Causality is very persistent, but even causality is found to have its duality. The goal-setting of consciousness, and the metabolism, growth, reproduction, and evolution of complexity in life set its causal relationships apart from the non-living. Rather than entropy alone, life is governed by syntropy, laws from the future, as well. Ulisse Di Corpo, among others, points this out quite reasonably.[i]
Time and space are intertwined as the space-time continuum, sharing a relationship together. Time’s movement forward is generally seen as the playing out of the second law of thermodynamics, which states that as time moves forward everything tends toward entropy (a general term in thermodynamics— the study of heat/energy— for loss, dissipation, chaos, erosion). That is, as time goes forward space expands, things fall apart, snap, get rusty, and not the other way around! Just the same, we can say that as things decay, break down, and corrode, time moves forward. Under these conditions it has been theorized that the entire Universe, and not just our own solar system upon the burning out of our sun, is destined to die a very cold, dark, death.
Entropy seems to govern the Universe, and yet, life seems to stand defiant against this law to some degree, as life, especially while young, is motion toward complexity and growth, and consciousness in general is attributed to effects-before-causes (but still tied together in relationship of causal unity, never a cause without effect or vice-versa). For life, especially while it is youthful, its relationship to thermodynamic time works differently: As time moves forward, new life grows, and life in general constructs complex organic compounds (otherwise impossible) in its cellular structures, multiplies, and avoids danger through conscious decision-making. As life grows in complexity and completeness, time moves forward. This process, the opposite of entropy, is called syntropy or sometimes negentropy. The results of entropic and syntropic forms of causation are objective and subjective perspectives. The subjective experience of consciousness is tied to duality and spectrum in time and space.
Objectivity and Subjectivity
Objectivity exists when all possible perspectives are in accord with one another. That is, something is objective when it is agreed upon by all parties (with the capacity to understand). Something is said to be subjective, however, when it represents personal opinions, taste, feelings, and such. An objective statement would be “The ball is round,” as its roundness can be seen by anyone with eyes to see. A subjective statement would be “The ball is pretty,” as different people may agree or disagree. Our own experience is considered by others to be highly subjective, unless it is agreed with.
Subjectivity exists only in separation; a subject is considered to be outside of, but not encasing, the object. As experience, subjectivity is lack, separation, division. All things with a subjective consciousness—life— desire fulfillment, be it nourishment, sex, warmth, shade, or shelter, because they lack, and want to complete themselves. If not for feelings of lack, desire, yearning, and even sadness, one would not be compelled to self-preservation and completion. The force that responds to desire and induces an organism to lasting is its will, and all living beings have a degree of this will, as a characteristic of living organisms— subjective consciousness—is response to stimuli. Stimuli induces the will to respond at times, but the will itself responds as physical response in reverse, by creating goals rather than simply responding to inertia. Life is linked to the syntropic processes, and subjectivity is its mechanism.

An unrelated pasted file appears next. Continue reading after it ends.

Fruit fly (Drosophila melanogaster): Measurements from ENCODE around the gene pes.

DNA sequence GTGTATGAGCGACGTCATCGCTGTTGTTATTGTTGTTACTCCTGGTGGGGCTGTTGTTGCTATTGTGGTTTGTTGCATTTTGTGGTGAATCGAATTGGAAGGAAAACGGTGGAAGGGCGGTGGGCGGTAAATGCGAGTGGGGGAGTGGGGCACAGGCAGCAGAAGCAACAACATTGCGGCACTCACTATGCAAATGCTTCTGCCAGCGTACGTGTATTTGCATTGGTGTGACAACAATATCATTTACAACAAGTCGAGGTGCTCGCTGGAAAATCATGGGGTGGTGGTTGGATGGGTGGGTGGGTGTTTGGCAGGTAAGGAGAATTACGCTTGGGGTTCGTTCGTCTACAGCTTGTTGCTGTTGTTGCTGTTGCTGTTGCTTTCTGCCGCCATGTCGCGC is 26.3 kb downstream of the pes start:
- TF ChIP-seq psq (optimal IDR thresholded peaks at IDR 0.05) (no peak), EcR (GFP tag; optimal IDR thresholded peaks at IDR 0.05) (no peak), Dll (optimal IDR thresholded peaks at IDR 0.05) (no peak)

True objectivity, absolute knowledge, is completion. Humanity is not capable of true objectivity between one another, but we can certainly share a degree of inter-subjectivity (commonly referred to as objective), which is defined as two or more individuals sharing a common subjective experience or goal. When one has gained what they feel to be objective knowledge about a thing, something inter-subjective, they feel a sense of completion, but there is ever more to know, and the drug wears thin. We can have a sense of contentment and completion for a moment, but it is always fleeting, as the purpose of humanity is not to purely thrive in the fulfillment of desires, but to search for such fulfillment. We gain it only temporarily. We hunger to retain it, but we shall not. Not in this lifetime. We will, however, set up the possibility for such a future to be experienced later on, by the very same energy that now makes up our bodies. Afterall, this has been done before our current consciousness, and is the reason we’re here to experience life as humans to begin with.
The ultimate duality in the Universe lies not between the processes—those of syntropy and entropy—, but between unity and separation, the resulting extremes of entropy and syntropy.
Singularity and Plurality
The absolutes of subjectivity and objectivity are plurality and singularity. In plurality everything is subjective, as absolute plurality is absolute separation. In singularity everything is objective, as experience itself is shared by all; there is one consciousness. The entire present Universe expanded from such a point of singularity— where it had all been compacted into an abode of infinite density, being dimensionless and having only one possible perspective— into the three spacial dimensions, and the fourth dimension of time we know today (each having a duality), creating a plentitude of perspectives. It continues to expand exceedingly toward the plurality we will eventually face (not in this lifetime), and (as Ulisse Di Corpo and Antonella Vannini suggest), after this point of extremity, syntropic contraction will begin to take the place of entropic expansion.[ii]